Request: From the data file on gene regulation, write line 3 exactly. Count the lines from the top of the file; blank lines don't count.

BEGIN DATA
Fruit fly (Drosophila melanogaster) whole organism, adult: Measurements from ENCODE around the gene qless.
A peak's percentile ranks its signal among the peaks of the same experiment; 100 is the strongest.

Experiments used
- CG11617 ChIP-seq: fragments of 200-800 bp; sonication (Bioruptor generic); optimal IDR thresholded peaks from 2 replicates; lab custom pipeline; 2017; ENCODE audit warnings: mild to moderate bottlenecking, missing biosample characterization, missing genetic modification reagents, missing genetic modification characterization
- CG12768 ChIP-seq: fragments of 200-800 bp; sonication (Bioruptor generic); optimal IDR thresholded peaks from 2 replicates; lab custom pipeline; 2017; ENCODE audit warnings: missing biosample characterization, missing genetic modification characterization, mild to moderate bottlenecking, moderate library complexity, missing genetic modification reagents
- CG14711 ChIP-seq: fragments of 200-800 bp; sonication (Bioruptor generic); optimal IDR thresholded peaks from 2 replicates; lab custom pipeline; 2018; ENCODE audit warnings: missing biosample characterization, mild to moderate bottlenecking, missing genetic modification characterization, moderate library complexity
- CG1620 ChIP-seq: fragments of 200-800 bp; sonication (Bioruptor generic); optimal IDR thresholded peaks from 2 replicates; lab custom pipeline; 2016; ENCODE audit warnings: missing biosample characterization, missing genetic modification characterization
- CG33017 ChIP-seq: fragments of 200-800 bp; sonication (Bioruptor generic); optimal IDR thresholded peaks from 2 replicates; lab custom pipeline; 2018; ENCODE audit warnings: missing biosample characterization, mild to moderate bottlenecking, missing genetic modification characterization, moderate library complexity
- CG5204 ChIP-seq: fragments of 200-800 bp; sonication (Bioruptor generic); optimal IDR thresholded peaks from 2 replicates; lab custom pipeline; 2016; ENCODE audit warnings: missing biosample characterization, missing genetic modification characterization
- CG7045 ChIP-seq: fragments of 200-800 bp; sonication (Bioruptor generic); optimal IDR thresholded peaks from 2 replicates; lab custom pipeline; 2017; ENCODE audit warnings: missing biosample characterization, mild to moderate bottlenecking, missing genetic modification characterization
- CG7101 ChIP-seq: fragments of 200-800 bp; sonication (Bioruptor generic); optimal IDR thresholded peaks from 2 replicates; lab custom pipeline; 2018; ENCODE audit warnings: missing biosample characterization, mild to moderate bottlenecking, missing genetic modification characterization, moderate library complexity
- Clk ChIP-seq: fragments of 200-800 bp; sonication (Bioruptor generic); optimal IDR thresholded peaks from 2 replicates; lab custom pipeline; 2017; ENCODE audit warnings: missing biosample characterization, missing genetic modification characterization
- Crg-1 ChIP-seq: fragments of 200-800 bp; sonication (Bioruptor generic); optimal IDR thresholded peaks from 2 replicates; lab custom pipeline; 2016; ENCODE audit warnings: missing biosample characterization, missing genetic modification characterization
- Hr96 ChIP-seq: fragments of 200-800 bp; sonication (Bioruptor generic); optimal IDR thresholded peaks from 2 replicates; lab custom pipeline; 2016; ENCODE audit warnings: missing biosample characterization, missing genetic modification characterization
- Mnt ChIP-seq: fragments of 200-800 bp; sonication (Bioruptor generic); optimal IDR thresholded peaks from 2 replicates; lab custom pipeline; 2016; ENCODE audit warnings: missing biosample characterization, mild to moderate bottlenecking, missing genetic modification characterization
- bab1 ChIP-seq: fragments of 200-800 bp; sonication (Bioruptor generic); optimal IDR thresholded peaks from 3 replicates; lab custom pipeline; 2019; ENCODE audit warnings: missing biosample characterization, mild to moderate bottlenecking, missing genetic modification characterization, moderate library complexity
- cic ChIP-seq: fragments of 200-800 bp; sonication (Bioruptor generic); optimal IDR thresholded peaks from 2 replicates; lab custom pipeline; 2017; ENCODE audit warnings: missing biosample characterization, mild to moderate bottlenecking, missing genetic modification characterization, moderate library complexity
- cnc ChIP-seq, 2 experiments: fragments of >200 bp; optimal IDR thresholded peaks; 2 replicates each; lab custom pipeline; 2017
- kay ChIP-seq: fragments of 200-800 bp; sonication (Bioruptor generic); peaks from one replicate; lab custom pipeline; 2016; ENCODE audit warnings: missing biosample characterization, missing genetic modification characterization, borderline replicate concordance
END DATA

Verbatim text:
Experiments used